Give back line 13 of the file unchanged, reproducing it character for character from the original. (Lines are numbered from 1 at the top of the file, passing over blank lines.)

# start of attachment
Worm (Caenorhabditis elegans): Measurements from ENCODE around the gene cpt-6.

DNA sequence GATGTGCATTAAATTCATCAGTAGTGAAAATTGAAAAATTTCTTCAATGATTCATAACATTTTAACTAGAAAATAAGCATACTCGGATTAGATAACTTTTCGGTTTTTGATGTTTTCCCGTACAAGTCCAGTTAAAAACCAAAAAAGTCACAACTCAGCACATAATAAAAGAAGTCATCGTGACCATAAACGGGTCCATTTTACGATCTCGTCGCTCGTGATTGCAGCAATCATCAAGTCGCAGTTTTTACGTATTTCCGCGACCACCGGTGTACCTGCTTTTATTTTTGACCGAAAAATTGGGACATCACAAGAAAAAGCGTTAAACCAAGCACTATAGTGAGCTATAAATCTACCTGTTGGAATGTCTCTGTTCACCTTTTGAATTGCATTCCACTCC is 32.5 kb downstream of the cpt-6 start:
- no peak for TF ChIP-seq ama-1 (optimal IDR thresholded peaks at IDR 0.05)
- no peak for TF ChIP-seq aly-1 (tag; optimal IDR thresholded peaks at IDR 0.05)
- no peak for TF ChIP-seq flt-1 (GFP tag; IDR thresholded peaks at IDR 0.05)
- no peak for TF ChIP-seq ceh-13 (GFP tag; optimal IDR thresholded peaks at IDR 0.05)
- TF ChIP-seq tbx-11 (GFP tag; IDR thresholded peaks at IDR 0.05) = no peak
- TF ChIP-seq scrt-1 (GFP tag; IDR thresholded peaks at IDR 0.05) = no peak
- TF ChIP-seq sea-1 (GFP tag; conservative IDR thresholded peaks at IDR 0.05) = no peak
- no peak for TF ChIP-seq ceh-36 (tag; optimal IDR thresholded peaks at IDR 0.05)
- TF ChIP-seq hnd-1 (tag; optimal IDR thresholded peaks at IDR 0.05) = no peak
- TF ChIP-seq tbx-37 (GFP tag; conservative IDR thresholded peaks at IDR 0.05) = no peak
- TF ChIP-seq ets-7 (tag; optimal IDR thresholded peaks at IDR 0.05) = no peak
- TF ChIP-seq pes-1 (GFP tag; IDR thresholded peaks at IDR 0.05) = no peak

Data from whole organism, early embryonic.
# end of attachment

- TF ChIP-seq ets-7 (tag; optimal IDR thresholded peaks at IDR 0.05) = no peak